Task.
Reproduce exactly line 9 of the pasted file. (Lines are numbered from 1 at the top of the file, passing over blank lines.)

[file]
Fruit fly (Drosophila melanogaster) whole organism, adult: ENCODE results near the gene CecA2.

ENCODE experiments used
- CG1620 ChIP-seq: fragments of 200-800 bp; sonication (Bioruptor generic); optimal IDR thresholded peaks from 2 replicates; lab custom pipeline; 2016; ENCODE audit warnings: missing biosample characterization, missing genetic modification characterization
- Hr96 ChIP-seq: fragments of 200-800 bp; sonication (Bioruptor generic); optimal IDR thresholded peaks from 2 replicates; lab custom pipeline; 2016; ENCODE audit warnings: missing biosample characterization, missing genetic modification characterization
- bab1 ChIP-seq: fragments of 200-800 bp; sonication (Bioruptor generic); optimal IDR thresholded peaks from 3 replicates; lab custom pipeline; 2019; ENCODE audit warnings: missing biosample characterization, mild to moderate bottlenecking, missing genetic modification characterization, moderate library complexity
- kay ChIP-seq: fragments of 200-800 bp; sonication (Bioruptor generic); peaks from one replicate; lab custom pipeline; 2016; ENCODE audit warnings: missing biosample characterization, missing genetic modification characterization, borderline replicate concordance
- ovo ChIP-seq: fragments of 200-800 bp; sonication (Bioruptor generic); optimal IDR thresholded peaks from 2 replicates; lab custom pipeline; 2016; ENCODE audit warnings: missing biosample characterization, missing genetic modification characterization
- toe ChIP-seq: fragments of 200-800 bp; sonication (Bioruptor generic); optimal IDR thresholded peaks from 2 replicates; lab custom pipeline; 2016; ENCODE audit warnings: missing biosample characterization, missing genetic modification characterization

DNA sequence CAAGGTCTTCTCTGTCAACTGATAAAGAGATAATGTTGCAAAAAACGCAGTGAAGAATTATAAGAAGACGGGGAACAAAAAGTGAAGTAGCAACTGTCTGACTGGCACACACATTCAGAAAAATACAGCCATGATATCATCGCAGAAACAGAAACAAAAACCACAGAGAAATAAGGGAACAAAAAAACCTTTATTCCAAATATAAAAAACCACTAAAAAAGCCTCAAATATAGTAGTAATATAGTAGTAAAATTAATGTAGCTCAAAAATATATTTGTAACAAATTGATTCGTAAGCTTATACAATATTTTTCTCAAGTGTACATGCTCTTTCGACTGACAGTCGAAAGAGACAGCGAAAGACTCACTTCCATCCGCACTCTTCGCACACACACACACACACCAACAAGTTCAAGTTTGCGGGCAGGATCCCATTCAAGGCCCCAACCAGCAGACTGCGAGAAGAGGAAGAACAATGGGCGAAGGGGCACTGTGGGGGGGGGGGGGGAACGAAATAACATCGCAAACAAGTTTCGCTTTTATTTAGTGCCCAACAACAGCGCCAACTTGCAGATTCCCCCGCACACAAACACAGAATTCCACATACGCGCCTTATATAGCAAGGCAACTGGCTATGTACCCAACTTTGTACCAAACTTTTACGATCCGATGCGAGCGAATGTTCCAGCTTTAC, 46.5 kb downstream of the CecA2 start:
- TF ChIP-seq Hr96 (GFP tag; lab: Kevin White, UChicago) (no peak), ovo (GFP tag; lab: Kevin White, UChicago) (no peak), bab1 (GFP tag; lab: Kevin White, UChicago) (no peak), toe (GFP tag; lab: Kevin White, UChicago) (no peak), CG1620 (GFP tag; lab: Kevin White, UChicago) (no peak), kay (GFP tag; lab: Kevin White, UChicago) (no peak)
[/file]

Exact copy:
DNA sequence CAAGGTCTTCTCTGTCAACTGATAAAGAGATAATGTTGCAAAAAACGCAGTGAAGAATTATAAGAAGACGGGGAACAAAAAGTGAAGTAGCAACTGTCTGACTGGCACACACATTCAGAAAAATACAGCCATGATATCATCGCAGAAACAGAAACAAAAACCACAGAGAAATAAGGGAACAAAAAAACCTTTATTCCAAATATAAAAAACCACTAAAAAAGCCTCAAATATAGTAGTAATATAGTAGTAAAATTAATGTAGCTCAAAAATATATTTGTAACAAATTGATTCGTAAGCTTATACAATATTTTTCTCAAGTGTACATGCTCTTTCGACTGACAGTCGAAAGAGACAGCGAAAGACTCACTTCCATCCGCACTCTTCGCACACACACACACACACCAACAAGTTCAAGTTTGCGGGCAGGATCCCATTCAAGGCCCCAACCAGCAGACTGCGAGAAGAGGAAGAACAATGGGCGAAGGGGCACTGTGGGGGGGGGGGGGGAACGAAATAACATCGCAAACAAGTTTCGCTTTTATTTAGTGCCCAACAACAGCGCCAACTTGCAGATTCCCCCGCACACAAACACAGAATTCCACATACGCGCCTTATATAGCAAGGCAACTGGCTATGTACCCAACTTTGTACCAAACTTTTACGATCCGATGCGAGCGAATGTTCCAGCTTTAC, 46.5 kb downstream of the CecA2 start: